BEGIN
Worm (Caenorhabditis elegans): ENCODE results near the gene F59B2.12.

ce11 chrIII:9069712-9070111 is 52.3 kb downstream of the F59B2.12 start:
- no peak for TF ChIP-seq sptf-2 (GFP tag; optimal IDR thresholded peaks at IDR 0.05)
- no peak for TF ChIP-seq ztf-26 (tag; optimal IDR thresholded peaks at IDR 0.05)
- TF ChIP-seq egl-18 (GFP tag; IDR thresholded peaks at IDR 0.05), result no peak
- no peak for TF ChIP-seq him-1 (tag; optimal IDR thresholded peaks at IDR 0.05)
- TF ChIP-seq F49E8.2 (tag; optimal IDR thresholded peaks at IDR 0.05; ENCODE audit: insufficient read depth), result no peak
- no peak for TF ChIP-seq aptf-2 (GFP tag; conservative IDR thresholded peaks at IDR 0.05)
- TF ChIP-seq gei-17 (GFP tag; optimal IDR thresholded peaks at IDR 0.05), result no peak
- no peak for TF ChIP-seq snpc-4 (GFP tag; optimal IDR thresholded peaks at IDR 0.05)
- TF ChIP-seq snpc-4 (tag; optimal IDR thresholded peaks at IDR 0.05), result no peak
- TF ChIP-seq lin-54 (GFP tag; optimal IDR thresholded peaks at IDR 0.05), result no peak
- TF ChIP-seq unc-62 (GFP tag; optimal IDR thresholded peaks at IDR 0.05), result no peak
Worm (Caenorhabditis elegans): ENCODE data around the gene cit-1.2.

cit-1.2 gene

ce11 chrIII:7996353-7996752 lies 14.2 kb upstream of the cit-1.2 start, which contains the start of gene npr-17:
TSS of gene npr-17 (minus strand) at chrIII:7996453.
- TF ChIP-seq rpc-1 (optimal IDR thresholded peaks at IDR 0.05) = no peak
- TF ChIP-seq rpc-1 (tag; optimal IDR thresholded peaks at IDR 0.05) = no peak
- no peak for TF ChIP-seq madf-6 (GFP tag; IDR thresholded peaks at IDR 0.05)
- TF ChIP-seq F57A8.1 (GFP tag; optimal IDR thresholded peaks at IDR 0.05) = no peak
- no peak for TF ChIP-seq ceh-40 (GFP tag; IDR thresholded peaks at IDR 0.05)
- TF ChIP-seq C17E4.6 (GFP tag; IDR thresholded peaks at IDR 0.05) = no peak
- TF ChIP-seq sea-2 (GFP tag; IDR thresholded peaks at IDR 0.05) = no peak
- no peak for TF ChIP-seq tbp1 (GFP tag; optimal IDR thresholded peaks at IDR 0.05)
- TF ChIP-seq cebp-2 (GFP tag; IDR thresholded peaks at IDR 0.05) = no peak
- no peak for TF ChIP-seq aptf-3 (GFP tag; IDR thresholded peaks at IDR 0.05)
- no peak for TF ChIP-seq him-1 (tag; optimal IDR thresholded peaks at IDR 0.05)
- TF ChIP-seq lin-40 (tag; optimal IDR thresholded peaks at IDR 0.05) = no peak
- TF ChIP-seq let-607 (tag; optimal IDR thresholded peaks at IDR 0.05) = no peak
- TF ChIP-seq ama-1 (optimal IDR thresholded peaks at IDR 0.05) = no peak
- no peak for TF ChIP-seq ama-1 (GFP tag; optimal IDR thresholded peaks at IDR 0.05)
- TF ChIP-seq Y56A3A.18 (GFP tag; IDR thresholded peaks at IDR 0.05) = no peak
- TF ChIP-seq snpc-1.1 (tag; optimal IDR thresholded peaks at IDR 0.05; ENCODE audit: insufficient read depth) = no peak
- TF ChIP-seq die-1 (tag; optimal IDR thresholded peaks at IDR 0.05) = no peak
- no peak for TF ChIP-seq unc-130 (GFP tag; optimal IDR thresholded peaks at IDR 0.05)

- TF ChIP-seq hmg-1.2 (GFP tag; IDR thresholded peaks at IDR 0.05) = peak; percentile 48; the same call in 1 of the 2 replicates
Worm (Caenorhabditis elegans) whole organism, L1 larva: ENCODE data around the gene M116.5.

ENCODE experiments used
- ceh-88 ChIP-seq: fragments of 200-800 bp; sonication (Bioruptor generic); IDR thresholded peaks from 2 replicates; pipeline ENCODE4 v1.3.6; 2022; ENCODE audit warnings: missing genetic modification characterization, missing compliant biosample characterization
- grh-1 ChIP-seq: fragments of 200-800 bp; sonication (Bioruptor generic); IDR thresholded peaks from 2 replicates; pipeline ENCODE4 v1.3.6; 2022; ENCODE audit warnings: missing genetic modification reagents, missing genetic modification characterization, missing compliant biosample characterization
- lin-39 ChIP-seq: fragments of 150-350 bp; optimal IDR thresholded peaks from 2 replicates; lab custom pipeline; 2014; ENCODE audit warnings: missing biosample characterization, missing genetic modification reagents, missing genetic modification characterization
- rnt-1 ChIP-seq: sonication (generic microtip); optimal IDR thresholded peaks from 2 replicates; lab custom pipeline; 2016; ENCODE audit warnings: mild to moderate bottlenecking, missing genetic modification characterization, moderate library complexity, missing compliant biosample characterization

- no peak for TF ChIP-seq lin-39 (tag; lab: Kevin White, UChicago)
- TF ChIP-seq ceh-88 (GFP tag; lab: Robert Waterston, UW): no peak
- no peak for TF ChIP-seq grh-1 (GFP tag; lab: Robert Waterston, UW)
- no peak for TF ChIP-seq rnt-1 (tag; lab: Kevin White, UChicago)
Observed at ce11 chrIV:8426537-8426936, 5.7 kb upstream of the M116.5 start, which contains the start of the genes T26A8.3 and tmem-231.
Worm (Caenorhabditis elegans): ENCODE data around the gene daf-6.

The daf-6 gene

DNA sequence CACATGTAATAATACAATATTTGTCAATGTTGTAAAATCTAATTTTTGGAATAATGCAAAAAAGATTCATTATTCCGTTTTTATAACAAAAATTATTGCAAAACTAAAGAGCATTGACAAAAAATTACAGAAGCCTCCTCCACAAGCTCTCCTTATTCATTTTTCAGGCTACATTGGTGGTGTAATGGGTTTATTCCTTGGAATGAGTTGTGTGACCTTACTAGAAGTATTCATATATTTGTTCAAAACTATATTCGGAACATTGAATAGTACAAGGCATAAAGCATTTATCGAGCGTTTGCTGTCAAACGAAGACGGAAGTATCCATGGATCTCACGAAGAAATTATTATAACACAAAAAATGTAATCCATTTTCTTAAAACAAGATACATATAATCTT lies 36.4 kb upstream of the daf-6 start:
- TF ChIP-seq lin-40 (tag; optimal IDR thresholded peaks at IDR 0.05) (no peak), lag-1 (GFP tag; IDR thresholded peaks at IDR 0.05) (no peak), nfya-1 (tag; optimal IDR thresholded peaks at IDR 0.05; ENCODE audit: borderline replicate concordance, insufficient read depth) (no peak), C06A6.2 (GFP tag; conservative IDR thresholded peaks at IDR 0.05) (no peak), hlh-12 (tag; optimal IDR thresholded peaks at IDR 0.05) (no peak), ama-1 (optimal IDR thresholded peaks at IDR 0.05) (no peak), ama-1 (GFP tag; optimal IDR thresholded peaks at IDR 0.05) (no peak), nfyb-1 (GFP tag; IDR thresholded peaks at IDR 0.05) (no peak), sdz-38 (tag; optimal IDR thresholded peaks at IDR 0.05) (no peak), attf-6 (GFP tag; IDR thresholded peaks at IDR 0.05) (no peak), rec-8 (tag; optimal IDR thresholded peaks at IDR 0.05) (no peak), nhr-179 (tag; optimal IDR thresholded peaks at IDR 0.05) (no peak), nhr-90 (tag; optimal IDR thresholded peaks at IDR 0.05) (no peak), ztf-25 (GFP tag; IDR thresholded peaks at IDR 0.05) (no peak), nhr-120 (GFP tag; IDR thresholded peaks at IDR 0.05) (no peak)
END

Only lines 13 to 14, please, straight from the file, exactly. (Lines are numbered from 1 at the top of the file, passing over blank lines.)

- TF ChIP-seq unc-62 (GFP tag; optimal IDR thresholded peaks at IDR 0.05), result no peak
Worm (Caenorhabditis elegans): ENCODE data around the gene cit-1.2.